I’ve never been hiking in my 22 years of life on earth. It may sound a bit silly, but as a Philly girl born and raised, I’ve never had the need or thought of going hiking (I’m not even sure where one would go hiking in the Philadelphia area).
One of the main events SNU Buddy was organizing for us exchange students was a group hiking event at Gwanaksan Mountain — this mountain was actually near and dear to us, being right on SNU’s campus. As the event was coming nearer and nearer, I expressed no interest in participating and did not think I would. However, a close oppa/older brother in Group 5 named Yongsik Oppa called me the night before and persuaded me to go. Sigh. So, I decided to go.
I’m usually not a very active or outdoorsy type of girl, but I didn’t want to regret not hiking at least once in my life. And plus, all of my friends were going, so I thought… why not? The morning of the hike, I put on some comfortable leggings, a t-shirt, my roshes, and headed out the door to meet everyone at the SNU main gate. Not really knowing what to expect at all.
As we started the hike, it was quite pleasant. We passed by a mini garden and I got a glimpse of some scenery! There was even a fountain. I thought to myself, hey, this isn’t so bad. But it got worse. And worse.
Things started becoming more and more intense. The path got narrower. There were uneven rocks everywhere, with no even land in between. It was very steep, with nothing to hold onto. I always felt that if I was not careful, I would slip and fall. And die. It also became more and more exhausting, but everyone’s pace did not slow down. I started to get out of breath and really had difficulty going at the same pace as my friends. “Wow,” I thought to myself, “I am SO out of shape.”
I constantly felt pressured to go at the same pace as my friends, and it was very difficult for me to do so since I was exhausted. At times I felt like I couldn’t breathe. But I pushed on, pretending like I was okay. I was not okay. So as I finally began to be more true to myself, I let my friends go ahead and slowed down to rest. By that, a different group of people were getting to the same location, so I stayed with them. But the people and locations kept on changing because I slowed down more and more everytime. I kept thinking of giving up and going home. I really wanted to stop. I really wanted to leave everyone and go home to where I can be comfortably alone. I was exhausted, and embarrassed. Ashamed. Why was I the only one who couldn’t keep up with everyone else? What’s wrong with me?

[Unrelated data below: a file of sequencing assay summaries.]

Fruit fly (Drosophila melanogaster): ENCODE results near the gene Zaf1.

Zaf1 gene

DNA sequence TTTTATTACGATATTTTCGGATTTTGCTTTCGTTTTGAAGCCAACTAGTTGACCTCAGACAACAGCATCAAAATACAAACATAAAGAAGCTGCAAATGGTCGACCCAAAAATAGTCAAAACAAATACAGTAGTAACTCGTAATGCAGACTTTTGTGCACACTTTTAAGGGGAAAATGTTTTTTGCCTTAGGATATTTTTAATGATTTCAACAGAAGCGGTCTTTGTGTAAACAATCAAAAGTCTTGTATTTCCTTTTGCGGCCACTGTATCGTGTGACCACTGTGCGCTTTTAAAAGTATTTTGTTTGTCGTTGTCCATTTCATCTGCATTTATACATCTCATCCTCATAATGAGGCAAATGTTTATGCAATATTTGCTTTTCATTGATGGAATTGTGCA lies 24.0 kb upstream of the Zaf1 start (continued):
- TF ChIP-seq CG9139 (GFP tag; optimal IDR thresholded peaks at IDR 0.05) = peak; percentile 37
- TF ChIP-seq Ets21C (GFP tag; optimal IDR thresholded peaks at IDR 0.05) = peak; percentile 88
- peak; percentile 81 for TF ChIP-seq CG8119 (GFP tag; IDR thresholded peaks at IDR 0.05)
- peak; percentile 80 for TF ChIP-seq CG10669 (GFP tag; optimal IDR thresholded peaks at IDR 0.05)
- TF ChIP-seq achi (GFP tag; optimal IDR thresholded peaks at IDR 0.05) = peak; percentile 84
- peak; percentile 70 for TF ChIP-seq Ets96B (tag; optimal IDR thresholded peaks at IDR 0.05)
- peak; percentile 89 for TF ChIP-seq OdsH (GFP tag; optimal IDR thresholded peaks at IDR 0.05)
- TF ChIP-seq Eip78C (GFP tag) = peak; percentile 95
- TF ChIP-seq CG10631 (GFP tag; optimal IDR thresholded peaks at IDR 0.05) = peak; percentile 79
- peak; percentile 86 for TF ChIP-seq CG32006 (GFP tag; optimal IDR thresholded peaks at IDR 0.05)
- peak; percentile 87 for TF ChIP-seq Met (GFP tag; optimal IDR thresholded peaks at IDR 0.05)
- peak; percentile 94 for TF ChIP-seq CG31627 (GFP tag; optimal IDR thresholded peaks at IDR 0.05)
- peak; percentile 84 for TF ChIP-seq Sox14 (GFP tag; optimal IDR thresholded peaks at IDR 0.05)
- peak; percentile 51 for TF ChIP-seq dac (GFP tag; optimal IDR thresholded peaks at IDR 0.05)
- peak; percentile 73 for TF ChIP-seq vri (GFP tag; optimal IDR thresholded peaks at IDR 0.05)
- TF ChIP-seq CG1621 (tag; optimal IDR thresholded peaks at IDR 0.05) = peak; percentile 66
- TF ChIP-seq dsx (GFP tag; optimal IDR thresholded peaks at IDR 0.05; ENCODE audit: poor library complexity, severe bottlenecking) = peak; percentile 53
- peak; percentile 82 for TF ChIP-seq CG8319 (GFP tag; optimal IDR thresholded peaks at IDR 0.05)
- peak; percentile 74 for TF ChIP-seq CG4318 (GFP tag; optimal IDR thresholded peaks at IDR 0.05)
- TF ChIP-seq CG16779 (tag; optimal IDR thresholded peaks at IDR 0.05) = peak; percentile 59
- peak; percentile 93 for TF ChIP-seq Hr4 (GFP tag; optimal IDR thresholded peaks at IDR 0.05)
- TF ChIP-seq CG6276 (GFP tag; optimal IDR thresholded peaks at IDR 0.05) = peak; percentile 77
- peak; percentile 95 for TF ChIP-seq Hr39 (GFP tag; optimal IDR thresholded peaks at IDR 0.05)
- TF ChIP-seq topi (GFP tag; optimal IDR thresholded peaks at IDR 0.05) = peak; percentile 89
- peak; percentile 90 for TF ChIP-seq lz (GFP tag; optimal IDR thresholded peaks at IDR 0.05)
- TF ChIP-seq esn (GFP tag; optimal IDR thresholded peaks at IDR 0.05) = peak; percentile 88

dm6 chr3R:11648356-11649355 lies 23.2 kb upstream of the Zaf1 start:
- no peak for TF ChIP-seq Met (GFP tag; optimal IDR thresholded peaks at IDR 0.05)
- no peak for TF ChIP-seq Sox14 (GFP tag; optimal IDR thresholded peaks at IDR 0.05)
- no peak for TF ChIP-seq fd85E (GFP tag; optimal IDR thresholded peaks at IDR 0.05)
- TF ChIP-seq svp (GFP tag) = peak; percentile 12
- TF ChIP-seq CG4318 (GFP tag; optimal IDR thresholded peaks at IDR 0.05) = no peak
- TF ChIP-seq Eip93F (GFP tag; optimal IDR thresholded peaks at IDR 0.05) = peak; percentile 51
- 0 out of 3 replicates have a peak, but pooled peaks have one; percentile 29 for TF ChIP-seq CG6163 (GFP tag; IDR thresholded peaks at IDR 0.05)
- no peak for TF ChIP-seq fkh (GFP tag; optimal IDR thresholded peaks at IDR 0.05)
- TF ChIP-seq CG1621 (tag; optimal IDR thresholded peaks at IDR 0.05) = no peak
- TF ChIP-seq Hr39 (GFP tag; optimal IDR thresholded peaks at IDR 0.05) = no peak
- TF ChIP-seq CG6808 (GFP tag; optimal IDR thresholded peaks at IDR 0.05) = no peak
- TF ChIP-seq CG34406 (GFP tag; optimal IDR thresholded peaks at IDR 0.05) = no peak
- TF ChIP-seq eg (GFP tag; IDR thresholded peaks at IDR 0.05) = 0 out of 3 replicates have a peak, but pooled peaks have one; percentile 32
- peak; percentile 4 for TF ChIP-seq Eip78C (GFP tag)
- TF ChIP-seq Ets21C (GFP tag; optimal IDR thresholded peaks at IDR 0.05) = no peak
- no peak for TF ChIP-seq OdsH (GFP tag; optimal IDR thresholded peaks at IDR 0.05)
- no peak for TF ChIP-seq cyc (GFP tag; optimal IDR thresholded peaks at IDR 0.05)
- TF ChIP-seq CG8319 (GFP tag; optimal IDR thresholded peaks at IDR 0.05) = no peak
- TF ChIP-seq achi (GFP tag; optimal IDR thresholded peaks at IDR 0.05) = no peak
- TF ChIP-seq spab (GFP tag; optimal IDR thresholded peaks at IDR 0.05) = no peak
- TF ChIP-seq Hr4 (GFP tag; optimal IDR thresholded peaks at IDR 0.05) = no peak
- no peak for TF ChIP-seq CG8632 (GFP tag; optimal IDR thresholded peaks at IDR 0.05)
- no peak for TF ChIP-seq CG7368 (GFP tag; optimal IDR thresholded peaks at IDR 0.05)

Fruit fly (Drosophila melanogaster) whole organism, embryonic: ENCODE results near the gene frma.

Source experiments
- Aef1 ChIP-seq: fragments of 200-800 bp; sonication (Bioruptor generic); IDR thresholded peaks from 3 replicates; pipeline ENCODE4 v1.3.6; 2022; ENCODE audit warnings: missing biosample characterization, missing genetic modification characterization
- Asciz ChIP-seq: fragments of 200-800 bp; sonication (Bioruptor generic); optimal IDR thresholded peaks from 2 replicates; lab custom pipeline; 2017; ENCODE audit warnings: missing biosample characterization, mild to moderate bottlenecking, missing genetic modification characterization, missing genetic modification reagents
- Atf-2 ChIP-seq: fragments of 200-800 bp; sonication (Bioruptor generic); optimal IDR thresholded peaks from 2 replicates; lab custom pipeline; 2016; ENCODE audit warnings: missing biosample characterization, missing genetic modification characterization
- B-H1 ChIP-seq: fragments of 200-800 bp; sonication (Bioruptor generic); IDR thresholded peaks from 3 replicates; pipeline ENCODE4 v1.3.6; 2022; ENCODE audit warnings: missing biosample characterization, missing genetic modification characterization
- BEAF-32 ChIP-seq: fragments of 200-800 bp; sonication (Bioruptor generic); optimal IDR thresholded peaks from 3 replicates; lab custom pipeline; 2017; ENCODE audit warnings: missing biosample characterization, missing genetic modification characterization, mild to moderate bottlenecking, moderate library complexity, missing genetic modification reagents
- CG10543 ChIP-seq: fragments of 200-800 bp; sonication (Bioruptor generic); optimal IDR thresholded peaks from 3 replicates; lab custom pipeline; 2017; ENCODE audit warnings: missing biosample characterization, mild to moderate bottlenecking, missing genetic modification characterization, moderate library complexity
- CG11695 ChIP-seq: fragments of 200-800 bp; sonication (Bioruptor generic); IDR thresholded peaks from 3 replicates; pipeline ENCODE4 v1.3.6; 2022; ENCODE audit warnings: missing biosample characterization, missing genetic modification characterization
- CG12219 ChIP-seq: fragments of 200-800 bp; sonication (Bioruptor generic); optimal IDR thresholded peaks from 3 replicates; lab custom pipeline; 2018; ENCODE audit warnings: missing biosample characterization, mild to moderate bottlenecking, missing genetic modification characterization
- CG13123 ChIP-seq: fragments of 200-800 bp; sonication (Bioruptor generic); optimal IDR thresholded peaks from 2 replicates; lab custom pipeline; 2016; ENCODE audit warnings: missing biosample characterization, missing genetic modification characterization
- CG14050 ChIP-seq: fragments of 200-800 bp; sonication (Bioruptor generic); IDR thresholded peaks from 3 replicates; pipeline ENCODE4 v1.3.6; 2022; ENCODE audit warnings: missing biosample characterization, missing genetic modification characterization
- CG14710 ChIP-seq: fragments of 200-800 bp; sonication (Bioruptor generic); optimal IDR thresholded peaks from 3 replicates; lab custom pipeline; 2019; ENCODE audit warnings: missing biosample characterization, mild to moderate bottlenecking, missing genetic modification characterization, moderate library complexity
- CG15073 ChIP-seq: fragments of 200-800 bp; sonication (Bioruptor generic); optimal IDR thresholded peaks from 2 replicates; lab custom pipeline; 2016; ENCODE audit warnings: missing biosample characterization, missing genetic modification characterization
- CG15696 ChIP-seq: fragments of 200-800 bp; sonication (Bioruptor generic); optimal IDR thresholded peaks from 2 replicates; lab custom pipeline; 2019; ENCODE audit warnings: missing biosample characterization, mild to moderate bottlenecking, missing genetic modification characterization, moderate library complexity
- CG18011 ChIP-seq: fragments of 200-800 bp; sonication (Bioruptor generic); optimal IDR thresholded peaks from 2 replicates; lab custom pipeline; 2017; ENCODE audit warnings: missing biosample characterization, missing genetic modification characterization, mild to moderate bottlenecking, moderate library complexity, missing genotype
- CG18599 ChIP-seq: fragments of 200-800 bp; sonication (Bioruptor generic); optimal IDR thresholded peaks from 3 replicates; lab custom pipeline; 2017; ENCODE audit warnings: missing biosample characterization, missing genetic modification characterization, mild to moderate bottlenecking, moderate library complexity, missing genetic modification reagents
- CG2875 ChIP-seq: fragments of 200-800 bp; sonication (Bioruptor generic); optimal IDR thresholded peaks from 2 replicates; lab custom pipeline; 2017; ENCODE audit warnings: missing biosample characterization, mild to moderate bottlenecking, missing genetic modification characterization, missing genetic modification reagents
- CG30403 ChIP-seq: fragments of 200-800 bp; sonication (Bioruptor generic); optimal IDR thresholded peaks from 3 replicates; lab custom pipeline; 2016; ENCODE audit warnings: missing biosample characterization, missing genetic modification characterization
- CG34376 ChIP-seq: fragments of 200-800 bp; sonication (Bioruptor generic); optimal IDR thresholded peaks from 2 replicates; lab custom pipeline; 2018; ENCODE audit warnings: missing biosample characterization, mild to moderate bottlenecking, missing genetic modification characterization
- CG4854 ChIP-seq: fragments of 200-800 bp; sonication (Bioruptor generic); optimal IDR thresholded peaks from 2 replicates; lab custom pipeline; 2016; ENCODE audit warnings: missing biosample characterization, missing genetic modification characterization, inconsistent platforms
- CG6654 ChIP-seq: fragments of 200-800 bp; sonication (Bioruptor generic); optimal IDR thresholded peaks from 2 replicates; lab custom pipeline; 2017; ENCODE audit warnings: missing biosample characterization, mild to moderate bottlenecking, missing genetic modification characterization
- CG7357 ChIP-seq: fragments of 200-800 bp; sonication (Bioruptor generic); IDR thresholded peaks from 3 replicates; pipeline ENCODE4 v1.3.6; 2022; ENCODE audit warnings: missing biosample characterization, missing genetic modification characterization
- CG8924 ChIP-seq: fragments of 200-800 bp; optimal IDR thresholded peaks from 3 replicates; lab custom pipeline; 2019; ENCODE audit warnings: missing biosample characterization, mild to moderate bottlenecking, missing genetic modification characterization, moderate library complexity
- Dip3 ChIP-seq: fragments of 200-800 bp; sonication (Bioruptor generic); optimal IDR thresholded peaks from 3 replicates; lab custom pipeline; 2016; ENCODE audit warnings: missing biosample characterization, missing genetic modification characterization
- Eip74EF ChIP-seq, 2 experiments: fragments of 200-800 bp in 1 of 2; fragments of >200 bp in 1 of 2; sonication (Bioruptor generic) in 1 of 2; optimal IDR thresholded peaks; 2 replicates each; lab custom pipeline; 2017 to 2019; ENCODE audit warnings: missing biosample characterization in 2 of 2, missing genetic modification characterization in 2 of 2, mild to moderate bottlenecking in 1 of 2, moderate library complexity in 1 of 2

Since my pace became slower and slower, of course the people also turned into people I’ve never met before. I made some new friends who were willing to go at my pace, since they were tired as well. I felt so happy to have them by my side. I didn’t feel as ashamed and alone anymore. I did not feel that they were judging me, and genuinely cared for me. I’m always going to think back at those moments I struggled and thank them for being there for me.
It took us as a group about 3 hours or more to reach the top. Every passing second felt like death to me the higher and higher we climbed, and I wanted to give up every time. But I kept pushing on. I had to. And once I finally reached the top, I was mentally and physically too exhausted to enjoy the view. It still feels blurry. I remember at that moment, that I couldn’t believe I actually did it and reached the top. But I had no motivation to look down and see the view. Just knowing that I reached the top even after wanting to give up so many times was good enough for me. All of my friends were so proud of me. I loved how they were so supportive and nonjudgmental from the beginning to the very end. Sometimes I can’t believe that so many good people exist in one place.
We took some photos, and by that time everyone was tired. But what goes up must come down. I thought going down was going to be much easier. It was, but the fear of slipping and falling was much worse. 10 minutes from the end, my foot got stuck onto a twig on the ground and I slipped, twisting my ankle in the process and scratching my hand. There was blood! And it hurt like hell. To this day, my ankle still hurts a bit (My friends all tell me to go get it checked out). But, no biggie. I kind of liked getting injured. It feels more real. A battle scar. It reminds me of my courage to always step out of my comfort zone in Korea and try new things, and how I conquered my fears. I regret going hiking that day, but right now, I don’t regret it one bit. Probably won’t ever do it again though. Or maybe not anytime soon. Hehe.